After a reboot today, for no apparent reason, I seemingly lost a dir .dotfiles from inside my $HOME dir which held all my config dotfiles.

It will be a huge pain to recreate them but that's what I'm doing now. I have a slightly dated backup to work from.

Is there a log I can view that will show all deleted or removed files and directories, either by me manually, possibly by accident, or by another application maybe?

Ubuntu 14.04LTS

  • Just a heads up. When you're considering doing any form of recovery, you must avoid writing to the same drive. You probably prevented yourself from restoring anything. A simple deletion is usually easily reversible when there's nothing that overwrote it. And to directly answer your question, if you're asking, I'm assuming you haven't set up anything to track these things so no you won't find any logs of it. Commented Feb 3, 2017 at 3:23
  • thank you @JuliePelletier . Today I was remote and didn't have a external drive to boot live from so that wasn't an option. I used testdisk for about half an hour and then grepped the results and mostly everything it grabbed was months old rather than hours Commented Feb 3, 2017 at 3:38
  • 3
    Maybe check your bash history. Directories don't usually just go missing.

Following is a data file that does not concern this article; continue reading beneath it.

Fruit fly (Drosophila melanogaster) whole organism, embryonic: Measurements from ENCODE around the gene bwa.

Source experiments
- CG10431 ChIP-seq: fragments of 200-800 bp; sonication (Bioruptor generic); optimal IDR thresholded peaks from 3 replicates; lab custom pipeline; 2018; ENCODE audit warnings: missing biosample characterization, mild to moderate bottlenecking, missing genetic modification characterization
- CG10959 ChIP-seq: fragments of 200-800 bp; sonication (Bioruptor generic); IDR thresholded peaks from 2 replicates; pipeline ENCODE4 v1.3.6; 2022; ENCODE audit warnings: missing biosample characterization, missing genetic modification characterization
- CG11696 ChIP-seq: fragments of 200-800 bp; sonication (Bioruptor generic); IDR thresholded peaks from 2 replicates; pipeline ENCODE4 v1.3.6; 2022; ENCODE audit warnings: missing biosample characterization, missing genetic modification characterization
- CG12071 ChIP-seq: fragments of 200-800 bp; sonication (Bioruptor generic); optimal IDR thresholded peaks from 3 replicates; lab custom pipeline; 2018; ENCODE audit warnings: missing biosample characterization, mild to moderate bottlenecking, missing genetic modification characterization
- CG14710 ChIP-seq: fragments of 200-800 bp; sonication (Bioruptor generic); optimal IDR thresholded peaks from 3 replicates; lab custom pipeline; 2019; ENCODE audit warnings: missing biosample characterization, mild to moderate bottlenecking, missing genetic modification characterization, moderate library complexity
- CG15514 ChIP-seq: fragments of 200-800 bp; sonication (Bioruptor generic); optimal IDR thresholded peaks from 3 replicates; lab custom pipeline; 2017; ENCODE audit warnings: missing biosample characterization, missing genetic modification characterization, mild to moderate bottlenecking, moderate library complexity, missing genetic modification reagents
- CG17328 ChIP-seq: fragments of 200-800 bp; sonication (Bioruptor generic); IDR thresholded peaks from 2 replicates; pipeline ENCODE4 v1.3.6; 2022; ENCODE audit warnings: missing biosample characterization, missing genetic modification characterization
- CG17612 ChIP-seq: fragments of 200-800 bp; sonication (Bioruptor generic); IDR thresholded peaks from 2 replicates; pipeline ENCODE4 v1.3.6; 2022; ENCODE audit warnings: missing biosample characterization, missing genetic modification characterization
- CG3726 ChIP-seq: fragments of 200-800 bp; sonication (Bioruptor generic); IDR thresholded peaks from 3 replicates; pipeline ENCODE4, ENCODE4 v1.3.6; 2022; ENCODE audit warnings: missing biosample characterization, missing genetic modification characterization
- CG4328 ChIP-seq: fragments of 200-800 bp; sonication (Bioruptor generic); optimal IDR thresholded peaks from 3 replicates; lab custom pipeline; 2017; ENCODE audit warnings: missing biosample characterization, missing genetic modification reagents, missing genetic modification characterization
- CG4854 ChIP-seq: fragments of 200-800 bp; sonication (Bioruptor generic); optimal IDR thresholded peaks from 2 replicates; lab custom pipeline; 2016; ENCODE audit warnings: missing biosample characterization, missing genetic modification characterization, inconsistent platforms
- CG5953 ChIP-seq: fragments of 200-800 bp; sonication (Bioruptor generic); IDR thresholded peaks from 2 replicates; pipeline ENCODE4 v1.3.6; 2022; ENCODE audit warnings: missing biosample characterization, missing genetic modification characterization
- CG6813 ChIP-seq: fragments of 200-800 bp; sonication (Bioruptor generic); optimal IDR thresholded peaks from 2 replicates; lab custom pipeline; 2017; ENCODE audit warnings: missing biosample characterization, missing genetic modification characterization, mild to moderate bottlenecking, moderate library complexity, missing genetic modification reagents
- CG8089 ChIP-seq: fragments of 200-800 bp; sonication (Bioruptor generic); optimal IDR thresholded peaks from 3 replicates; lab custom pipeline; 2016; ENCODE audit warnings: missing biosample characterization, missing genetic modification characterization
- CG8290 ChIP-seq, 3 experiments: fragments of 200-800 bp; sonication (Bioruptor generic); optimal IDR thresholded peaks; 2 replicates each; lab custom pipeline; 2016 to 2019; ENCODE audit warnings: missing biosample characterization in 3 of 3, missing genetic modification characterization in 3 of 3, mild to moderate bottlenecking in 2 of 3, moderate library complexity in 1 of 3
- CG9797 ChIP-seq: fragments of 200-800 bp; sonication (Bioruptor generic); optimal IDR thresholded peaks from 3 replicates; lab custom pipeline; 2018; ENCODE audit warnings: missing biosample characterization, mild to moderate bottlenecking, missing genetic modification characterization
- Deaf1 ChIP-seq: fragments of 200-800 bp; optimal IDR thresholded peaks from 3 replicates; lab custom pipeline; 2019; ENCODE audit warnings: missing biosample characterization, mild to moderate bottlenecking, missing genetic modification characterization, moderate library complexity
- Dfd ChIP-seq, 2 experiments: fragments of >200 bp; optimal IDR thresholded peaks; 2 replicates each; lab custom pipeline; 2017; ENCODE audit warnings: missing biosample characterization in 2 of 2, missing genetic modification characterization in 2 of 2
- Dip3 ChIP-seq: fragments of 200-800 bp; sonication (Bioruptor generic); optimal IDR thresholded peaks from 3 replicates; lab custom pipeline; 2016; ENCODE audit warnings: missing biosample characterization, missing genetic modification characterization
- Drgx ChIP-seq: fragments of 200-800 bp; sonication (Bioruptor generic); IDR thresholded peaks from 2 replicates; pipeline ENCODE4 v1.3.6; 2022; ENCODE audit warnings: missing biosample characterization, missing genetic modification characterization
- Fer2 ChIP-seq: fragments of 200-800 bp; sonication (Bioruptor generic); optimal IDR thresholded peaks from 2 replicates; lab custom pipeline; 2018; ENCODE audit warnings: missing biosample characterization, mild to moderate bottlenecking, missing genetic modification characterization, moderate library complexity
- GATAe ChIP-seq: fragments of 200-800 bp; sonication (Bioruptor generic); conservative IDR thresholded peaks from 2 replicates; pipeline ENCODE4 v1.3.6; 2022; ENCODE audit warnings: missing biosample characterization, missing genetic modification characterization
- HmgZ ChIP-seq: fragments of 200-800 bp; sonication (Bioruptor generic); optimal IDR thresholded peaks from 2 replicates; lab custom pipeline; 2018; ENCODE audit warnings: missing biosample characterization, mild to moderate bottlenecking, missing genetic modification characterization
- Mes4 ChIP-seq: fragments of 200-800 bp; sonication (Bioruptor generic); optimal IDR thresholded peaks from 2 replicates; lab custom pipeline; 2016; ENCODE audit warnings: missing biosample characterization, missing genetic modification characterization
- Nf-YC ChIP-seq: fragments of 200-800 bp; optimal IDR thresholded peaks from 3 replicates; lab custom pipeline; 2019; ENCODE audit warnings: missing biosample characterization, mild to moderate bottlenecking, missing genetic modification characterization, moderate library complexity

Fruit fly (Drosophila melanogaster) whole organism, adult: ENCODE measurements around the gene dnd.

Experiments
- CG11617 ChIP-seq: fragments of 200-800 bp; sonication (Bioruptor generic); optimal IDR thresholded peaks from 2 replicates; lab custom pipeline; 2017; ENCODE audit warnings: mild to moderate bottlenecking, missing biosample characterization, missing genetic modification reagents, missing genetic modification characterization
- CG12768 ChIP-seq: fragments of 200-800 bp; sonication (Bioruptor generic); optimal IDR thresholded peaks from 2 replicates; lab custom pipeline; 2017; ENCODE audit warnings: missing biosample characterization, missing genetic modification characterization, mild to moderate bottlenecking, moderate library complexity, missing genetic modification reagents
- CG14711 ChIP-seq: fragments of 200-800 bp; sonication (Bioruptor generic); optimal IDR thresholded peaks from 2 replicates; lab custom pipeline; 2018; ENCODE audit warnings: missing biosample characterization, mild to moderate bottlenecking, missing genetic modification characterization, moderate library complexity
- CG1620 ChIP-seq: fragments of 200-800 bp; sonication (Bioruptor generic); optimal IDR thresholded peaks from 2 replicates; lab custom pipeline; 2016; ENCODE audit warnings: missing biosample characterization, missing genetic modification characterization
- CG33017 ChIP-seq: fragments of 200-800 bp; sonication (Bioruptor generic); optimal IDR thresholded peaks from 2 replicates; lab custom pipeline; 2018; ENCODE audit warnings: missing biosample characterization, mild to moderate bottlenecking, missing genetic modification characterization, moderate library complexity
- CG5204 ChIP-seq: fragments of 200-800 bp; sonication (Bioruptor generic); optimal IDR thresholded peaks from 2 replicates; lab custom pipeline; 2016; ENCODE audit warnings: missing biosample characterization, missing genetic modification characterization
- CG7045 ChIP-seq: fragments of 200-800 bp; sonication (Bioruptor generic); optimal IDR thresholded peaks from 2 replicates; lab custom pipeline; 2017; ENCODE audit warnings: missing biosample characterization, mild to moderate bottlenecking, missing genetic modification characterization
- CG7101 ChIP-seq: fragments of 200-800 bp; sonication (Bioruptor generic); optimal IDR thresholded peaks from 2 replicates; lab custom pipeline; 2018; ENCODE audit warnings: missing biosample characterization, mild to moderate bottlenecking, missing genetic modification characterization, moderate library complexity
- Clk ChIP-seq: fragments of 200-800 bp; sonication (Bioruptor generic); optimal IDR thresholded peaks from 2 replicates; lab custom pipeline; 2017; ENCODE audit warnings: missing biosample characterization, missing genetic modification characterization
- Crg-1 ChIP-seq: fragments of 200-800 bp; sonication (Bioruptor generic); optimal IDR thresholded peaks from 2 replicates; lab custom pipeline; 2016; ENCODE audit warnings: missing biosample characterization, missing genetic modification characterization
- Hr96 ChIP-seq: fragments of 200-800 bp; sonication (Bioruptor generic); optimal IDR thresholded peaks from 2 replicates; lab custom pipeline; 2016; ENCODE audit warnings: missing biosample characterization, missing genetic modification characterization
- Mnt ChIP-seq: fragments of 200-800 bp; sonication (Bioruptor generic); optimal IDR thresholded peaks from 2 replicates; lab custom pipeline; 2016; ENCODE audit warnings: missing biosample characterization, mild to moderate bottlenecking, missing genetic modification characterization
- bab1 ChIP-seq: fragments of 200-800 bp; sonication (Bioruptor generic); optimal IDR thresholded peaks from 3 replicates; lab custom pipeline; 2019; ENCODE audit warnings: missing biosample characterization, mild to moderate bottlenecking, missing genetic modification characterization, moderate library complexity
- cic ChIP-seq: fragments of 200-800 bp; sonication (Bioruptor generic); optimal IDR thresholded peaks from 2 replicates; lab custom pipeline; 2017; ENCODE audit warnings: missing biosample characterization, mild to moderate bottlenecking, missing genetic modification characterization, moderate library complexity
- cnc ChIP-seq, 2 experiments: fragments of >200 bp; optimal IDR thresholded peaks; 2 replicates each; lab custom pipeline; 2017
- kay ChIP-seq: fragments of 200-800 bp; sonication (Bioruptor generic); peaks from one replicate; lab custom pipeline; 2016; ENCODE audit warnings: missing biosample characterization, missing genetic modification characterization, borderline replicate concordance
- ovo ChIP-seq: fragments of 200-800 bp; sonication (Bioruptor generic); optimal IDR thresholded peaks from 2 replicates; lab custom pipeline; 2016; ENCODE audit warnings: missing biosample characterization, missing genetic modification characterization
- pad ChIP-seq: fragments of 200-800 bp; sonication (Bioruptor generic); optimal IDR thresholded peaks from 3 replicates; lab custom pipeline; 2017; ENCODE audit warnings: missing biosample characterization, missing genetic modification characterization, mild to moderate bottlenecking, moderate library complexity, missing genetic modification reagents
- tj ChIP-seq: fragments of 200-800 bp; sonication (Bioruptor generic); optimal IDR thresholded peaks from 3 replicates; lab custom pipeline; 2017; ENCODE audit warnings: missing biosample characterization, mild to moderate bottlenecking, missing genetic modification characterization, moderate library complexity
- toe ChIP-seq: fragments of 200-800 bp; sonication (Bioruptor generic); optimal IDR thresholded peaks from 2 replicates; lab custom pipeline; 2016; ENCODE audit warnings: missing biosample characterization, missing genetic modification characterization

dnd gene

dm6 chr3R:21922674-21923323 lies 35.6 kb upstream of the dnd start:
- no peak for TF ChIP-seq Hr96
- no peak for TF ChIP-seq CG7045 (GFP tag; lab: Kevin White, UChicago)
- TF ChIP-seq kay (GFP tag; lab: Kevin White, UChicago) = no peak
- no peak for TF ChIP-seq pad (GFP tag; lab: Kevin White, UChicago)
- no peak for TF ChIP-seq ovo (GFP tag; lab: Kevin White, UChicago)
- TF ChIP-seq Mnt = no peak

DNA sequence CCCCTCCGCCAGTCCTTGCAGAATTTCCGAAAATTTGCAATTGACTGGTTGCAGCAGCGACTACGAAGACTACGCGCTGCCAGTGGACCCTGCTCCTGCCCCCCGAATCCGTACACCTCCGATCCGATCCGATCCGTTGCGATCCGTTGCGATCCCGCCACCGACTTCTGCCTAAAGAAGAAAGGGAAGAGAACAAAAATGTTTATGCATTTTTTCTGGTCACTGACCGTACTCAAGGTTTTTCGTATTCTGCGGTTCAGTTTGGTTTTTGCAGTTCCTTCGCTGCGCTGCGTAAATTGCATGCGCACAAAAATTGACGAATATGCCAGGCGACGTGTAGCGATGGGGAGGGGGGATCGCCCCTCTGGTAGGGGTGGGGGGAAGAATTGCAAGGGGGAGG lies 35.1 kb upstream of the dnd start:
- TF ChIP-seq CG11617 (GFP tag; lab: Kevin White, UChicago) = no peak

– hermancain
    Commented Feb 3, 2017 at 4:40
  • I wonder if it was really lost, or just, as you say, seemingly lost. Did you rename it? Is it a checkout of a Git repository?
    – Kusalananda
    Commented Nov 23, 2018 at 9:11
  • Does this data recovery answer your question. It is an another SE question that has a solution using debugfs
    – Ayush
    Commented Sep 2, 2021 at 14:57

1 Answer 1


There is no log of file operations, unless you've explicitly set one up. Setting a log of file operations is unusual and tends to hurt performance.

As hermancain suggested in a comment, you can search your shell history (less ~/.bash_history in the default configuration) and try to find a command that removed or moved the directory. This may have been a command with wildcards, so you might not find the actual directory name in the history, only a wildcard pattern that matches it.

In case the directory has been moved, or you misremembered the path, try locate somefile where somefile is the name of a file that was in this directory, or even part of the name.

Tip: put your dot files under version control.

  • Enabling process accounting would be another option.
    – Kusalananda
    Commented Jun 18, 2019 at 21:04
  • @Kusalananda Process accounting would only tell you something like “this user called rm at this time”. It wouldn't tell you which files were removed, or about files removed by an application that isn't obviously about removing files. You'd need something more intrusive such as audit logs. Commented Jun 18, 2019 at 23:03

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